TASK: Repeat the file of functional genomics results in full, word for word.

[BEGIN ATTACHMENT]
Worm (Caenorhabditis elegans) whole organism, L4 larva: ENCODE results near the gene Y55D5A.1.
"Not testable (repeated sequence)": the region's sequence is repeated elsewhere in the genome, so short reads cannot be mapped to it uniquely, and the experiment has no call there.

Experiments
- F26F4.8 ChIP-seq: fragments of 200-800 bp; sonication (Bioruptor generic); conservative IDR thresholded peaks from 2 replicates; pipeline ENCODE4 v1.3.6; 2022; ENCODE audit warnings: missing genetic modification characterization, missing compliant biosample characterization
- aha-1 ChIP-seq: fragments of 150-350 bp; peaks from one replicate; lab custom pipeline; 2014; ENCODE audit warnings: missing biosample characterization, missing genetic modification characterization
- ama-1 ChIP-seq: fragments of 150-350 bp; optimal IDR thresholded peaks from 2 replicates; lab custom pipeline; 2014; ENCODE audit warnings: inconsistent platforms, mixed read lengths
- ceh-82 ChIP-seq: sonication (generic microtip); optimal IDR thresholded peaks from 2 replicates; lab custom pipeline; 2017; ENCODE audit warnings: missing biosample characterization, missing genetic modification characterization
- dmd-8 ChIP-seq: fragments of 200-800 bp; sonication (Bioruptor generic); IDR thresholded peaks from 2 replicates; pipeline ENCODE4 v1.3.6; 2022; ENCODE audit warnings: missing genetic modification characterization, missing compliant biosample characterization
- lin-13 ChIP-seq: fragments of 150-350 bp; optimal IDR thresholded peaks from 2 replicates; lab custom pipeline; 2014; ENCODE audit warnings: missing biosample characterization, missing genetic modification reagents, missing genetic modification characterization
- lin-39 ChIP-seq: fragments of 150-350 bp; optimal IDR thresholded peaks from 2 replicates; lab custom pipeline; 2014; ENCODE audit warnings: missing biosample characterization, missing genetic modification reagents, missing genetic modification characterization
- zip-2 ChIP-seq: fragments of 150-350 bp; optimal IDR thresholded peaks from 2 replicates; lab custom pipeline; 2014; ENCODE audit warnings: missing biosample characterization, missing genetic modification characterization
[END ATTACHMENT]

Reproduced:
Worm (Caenorhabditis elegans) whole organism, L4 larva: ENCODE results near the gene Y55D5A.1.
"Not testable (repeated sequence)": the region's sequence is repeated elsewhere in the genome, so short reads cannot be mapped to it uniquely, and the experiment has no call there.

Experiments
- F26F4.8 ChIP-seq: fragments of 200-800 bp; sonication (Bioruptor generic); conservative IDR thresholded peaks from 2 replicates; pipeline ENCODE4 v1.3.6; 2022; ENCODE audit warnings: missing genetic modification characterization, missing compliant biosample characterization
- aha-1 ChIP-seq: fragments of 150-350 bp; peaks from one replicate; lab custom pipeline; 2014; ENCODE audit warnings: missing biosample characterization, missing genetic modification characterization
- ama-1 ChIP-seq: fragments of 150-350 bp; optimal IDR thresholded peaks from 2 replicates; lab custom pipeline; 2014; ENCODE audit warnings: inconsistent platforms, mixed read lengths
- ceh-82 ChIP-seq: sonication (generic microtip); optimal IDR thresholded peaks from 2 replicates; lab custom pipeline; 2017; ENCODE audit warnings: missing biosample characterization, missing genetic modification characterization
- dmd-8 ChIP-seq: fragments of 200-800 bp; sonication (Bioruptor generic); IDR thresholded peaks from 2 replicates; pipeline ENCODE4 v1.3.6; 2022; ENCODE audit warnings: missing genetic modification characterization, missing compliant biosample characterization
- lin-13 ChIP-seq: fragments of 150-350 bp; optimal IDR thresholded peaks from 2 replicates; lab custom pipeline; 2014; ENCODE audit warnings: missing biosample characterization, missing genetic modification reagents, missing genetic modification characterization
- lin-39 ChIP-seq: fragments of 150-350 bp; optimal IDR thresholded peaks from 2 replicates; lab custom pipeline; 2014; ENCODE audit warnings: missing biosample characterization, missing genetic modification reagents, missing genetic modification characterization
- zip-2 ChIP-seq: fragments of 150-350 bp; optimal IDR thresholded peaks from 2 replicates; lab custom pipeline; 2014; ENCODE audit warnings: missing biosample characterization, missing genetic modification characterization